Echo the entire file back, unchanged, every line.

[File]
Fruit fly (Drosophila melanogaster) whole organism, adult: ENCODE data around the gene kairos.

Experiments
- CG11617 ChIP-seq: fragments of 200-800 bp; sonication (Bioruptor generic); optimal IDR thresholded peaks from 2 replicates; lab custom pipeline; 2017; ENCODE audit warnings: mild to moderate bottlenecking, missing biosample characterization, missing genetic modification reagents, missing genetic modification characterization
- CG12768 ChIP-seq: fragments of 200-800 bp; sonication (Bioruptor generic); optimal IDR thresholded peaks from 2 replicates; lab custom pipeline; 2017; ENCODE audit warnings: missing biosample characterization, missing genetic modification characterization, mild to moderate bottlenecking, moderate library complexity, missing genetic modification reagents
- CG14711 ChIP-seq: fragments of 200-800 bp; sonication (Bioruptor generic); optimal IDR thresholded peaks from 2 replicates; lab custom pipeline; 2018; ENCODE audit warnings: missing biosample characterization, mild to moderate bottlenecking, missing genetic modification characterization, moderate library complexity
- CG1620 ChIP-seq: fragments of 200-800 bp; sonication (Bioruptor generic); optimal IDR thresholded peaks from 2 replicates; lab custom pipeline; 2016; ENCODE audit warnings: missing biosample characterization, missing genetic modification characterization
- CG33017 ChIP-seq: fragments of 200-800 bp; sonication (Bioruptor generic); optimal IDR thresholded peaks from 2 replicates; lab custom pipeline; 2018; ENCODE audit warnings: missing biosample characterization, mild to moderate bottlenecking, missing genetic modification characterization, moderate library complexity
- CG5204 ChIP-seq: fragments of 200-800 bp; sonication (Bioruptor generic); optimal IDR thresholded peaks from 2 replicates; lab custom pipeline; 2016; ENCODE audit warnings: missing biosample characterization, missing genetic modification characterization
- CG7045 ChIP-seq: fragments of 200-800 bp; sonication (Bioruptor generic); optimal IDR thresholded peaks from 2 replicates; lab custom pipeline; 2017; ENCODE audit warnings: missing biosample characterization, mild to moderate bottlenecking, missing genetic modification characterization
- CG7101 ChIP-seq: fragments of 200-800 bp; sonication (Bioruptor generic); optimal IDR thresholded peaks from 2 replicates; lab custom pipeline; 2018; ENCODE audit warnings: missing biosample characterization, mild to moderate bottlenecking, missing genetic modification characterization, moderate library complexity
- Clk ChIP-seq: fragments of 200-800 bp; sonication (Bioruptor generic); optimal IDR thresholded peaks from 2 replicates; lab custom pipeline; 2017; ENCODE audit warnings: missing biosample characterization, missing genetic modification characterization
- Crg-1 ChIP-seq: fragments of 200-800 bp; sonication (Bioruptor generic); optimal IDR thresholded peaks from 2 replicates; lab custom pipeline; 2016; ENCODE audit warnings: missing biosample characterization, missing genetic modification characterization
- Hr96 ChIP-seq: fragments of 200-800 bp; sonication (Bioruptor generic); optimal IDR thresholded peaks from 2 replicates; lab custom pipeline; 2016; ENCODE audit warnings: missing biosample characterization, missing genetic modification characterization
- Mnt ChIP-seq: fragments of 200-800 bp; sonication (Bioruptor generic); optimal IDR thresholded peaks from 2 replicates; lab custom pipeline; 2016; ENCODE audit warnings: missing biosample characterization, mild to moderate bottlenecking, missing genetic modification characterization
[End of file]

Fruit fly (Drosophila melanogaster) whole organism, adult: ENCODE data around the gene kairos.

Experiments
- CG11617 ChIP-seq: fragments of 200-800 bp; sonication (Bioruptor generic); optimal IDR thresholded peaks from 2 replicates; lab custom pipeline; 2017; ENCODE audit warnings: mild to moderate bottlenecking, missing biosample characterization, missing genetic modification reagents, missing genetic modification characterization
- CG12768 ChIP-seq: fragments of 200-800 bp; sonication (Bioruptor generic); optimal IDR thresholded peaks from 2 replicates; lab custom pipeline; 2017; ENCODE audit warnings: missing biosample characterization, missing genetic modification characterization, mild to moderate bottlenecking, moderate library complexity, missing genetic modification reagents
- CG14711 ChIP-seq: fragments of 200-800 bp; sonication (Bioruptor generic); optimal IDR thresholded peaks from 2 replicates; lab custom pipeline; 2018; ENCODE audit warnings: missing biosample characterization, mild to moderate bottlenecking, missing genetic modification characterization, moderate library complexity
- CG1620 ChIP-seq: fragments of 200-800 bp; sonication (Bioruptor generic); optimal IDR thresholded peaks from 2 replicates; lab custom pipeline; 2016; ENCODE audit warnings: missing biosample characterization, missing genetic modification characterization
- CG33017 ChIP-seq: fragments of 200-800 bp; sonication (Bioruptor generic); optimal IDR thresholded peaks from 2 replicates; lab custom pipeline; 2018; ENCODE audit warnings: missing biosample characterization, mild to moderate bottlenecking, missing genetic modification characterization, moderate library complexity
- CG5204 ChIP-seq: fragments of 200-800 bp; sonication (Bioruptor generic); optimal IDR thresholded peaks from 2 replicates; lab custom pipeline; 2016; ENCODE audit warnings: missing biosample characterization, missing genetic modification characterization
- CG7045 ChIP-seq: fragments of 200-800 bp; sonication (Bioruptor generic); optimal IDR thresholded peaks from 2 replicates; lab custom pipeline; 2017; ENCODE audit warnings: missing biosample characterization, mild to moderate bottlenecking, missing genetic modification characterization
- CG7101 ChIP-seq: fragments of 200-800 bp; sonication (Bioruptor generic); optimal IDR thresholded peaks from 2 replicates; lab custom pipeline; 2018; ENCODE audit warnings: missing biosample characterization, mild to moderate bottlenecking, missing genetic modification characterization, moderate library complexity
- Clk ChIP-seq: fragments of 200-800 bp; sonication (Bioruptor generic); optimal IDR thresholded peaks from 2 replicates; lab custom pipeline; 2017; ENCODE audit warnings: missing biosample characterization, missing genetic modification characterization
- Crg-1 ChIP-seq: fragments of 200-800 bp; sonication (Bioruptor generic); optimal IDR thresholded peaks from 2 replicates; lab custom pipeline; 2016; ENCODE audit warnings: missing biosample characterization, missing genetic modification characterization
- Hr96 ChIP-seq: fragments of 200-800 bp; sonication (Bioruptor generic); optimal IDR thresholded peaks from 2 replicates; lab custom pipeline; 2016; ENCODE audit warnings: missing biosample characterization, missing genetic modification characterization
- Mnt ChIP-seq: fragments of 200-800 bp; sonication (Bioruptor generic); optimal IDR thresholded peaks from 2 replicates; lab custom pipeline; 2016; ENCODE audit warnings: missing biosample characterization, mild to moderate bottlenecking, missing genetic modification characterization